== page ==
Ron Santo 1940-2010

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Awful news: Chicago Cubs great Ron Santo has died at age 70. Santo had been battling bladder cancer, lapsed into a coma on Wednesday and died yesterday.

Ron Santo was one of the most productive and consistent players of the 1960s and early 70s.  Because of the low overall offensive profile of the era, however, it might be easy to overlook just how great he really was.  His career line was .277/.362/.424.  His adjusted OPS, however — which takes era into account — was 125, which places him in similar territory to Yogi Berra, Charlie Gehringer, Kirby Puckett and many other Hall of Fame talents.  As is often the case for third basemen, however, Santo’s contributions have been under appreciated.  But he was under appreciated even among third basemen. Indeed, in 1964 two third basemen won MVP awards: Brooks Robinson and Ken Boyer.  Santo had better seasons than either of them. His value is illustrated by the fact that, for thirty years, the Cubs third base position was defined largely by the fact that they could never get anyone there who could hold a candle him.

Santo was a nine-time All-Star. He hit for power, ranking near the top in home runs all-time among third basemen. He hit for average. He took a ton of walks. He had a nice glove too, winning five Gold Gloves. He was never honored with election to the Hall of Fame, but that’s the Hall of Fame’s fault, not Santo’s.  For what it’s worth he has been considered either the best or among the best players not to be elected to the Hall of Fame for many years. For Santo’s part, he said that the Cubs retiring his number 10 was a greater honor. And given his place in Cubs’ history, I agree with that.

Santo suffered from diabetes during his playing career and for the remainder of his life. He had both legs amputated below the knee as a result, yet remained active working for the Cubs as a broadcaster, booster and ambassador.  He was always upbeat and positive. The Cubs and baseball as a whole were lucky to have his like as a player and as a friend.

Rest in Peace, Ron.

Alex Dickerson to miss 2017 season after undergoing back surgery

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Padres’ outfielder Alex Dickerson won’t see PETCO Park anytime soon — at least, not as its starting left fielder. The 27-year-old was diagnosed with a bulging disc in his lower back prior to the start of the 2017 season, and hasn’t made any kind of substantial progress in the months since. According to Dennis Lin of the San Diego Union-Tribune, he suffered a setback in his recovery process last week and is set to undergo a season-ending discectomy next Wednesday.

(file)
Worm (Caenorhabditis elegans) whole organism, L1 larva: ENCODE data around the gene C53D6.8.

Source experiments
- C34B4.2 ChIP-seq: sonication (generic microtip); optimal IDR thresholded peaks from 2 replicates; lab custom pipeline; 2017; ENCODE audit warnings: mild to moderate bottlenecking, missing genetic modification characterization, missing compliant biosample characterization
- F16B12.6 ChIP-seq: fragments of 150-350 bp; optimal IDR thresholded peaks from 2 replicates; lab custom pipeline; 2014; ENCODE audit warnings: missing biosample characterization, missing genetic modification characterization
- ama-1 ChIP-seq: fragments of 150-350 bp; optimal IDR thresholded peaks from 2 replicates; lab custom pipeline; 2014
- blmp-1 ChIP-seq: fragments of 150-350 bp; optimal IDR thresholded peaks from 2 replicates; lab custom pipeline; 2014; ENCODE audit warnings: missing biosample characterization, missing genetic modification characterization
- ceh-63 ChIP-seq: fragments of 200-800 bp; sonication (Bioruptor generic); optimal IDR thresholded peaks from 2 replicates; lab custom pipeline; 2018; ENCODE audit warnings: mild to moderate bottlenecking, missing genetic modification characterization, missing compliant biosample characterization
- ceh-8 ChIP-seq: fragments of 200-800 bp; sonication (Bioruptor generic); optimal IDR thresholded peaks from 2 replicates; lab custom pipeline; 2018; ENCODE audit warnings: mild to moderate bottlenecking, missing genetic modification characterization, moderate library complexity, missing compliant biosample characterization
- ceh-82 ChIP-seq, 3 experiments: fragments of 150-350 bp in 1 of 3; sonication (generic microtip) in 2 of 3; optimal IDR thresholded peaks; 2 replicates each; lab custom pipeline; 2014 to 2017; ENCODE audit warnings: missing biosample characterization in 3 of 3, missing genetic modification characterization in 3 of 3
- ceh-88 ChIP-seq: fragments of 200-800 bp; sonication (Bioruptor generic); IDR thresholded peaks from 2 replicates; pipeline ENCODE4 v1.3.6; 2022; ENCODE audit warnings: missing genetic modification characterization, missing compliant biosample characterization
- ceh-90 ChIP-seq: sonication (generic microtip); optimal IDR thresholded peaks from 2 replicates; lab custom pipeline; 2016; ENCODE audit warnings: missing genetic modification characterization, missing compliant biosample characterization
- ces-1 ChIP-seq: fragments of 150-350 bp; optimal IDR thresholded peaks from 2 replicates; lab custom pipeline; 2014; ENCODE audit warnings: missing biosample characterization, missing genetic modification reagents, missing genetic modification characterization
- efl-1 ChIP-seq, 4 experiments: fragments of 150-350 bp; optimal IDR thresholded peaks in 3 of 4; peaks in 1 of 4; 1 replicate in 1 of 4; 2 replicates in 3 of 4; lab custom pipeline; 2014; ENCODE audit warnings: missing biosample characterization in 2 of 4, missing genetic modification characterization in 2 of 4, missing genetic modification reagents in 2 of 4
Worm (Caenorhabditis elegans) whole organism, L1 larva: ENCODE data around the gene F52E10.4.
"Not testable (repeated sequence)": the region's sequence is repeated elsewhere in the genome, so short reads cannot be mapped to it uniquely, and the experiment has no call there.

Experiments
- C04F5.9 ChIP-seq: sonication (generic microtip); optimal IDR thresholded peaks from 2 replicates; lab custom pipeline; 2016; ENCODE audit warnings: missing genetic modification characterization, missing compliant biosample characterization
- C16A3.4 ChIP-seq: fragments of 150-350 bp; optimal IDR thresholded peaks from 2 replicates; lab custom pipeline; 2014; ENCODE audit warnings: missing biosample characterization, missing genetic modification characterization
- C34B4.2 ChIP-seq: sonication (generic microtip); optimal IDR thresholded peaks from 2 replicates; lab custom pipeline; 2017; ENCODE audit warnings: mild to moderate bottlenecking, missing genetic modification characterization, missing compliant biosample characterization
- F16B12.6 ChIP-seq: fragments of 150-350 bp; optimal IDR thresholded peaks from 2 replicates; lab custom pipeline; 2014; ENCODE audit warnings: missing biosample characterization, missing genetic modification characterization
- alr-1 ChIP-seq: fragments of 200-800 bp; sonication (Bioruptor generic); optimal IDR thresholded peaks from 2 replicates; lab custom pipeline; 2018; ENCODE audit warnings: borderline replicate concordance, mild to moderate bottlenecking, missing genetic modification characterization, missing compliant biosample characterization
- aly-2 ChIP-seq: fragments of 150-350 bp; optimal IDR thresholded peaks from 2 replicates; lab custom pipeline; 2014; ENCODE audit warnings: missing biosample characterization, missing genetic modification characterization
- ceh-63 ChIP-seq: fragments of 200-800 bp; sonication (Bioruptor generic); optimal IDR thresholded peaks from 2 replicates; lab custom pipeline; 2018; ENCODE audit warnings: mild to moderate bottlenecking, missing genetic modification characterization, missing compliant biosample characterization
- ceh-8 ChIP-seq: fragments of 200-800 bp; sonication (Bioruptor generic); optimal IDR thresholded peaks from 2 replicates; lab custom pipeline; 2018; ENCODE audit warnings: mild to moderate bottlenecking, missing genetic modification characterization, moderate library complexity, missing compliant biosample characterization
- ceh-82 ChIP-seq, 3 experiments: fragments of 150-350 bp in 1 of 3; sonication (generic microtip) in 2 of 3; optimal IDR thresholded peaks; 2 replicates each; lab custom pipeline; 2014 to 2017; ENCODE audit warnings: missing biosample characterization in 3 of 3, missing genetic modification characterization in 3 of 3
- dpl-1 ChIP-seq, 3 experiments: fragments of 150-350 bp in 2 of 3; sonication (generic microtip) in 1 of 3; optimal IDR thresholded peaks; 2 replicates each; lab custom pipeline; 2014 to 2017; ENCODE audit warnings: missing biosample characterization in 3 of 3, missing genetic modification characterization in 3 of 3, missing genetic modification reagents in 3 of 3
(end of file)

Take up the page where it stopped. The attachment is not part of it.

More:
Over 285 plate appearances, Dickerson batted .257/.333/.455 with 10 home runs and a .788 OPS for the Padres in 2016. He missed several days with a right hip contusion last July, but hasn’t experienced any substantial health problems since undergoing surgery in 2014 to repair a torn ligament in his left ankle.

The expected recovery period for lower back surgery is 3-4 months, according to Lin, which puts Dickerson’s estimated return just a few days before the end of the regular season. The Padres aren’t scraping the bottom of the NL West, but their 29-44 record doesn’t bode well for a postseason run this year. Assuming Dickerson rehabs his back in a timely manner, he should be in fine form to enter the competition for left field next spring.

Video: Hanley Ramirez’s No. 250 career home run barely left the field

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Hanley Ramirez played a pivotal role during the Red Sox’ 9-4 win over the Angels on Friday night, crushing a two-run homer off of Alex Meyer to bring the Sox up to a four-run lead in the fourth inning.

Well, crushed might be the wrong word. The ball cleared the right field fence with a mere 350 feet, landing just beyond Pesky’s Pole to bring Ramirez’s career home run total to an even 250.

According to the ESPN Home Run Tracker, Ramirez’s milestone blast wasn’t the shortest home run of the year — not by a long shot. That distinction currently belongs to Rays’ outfielder Corey Dickerson, who skimmed the left field fence at Rogers Centre with a 326-foot homer back in April.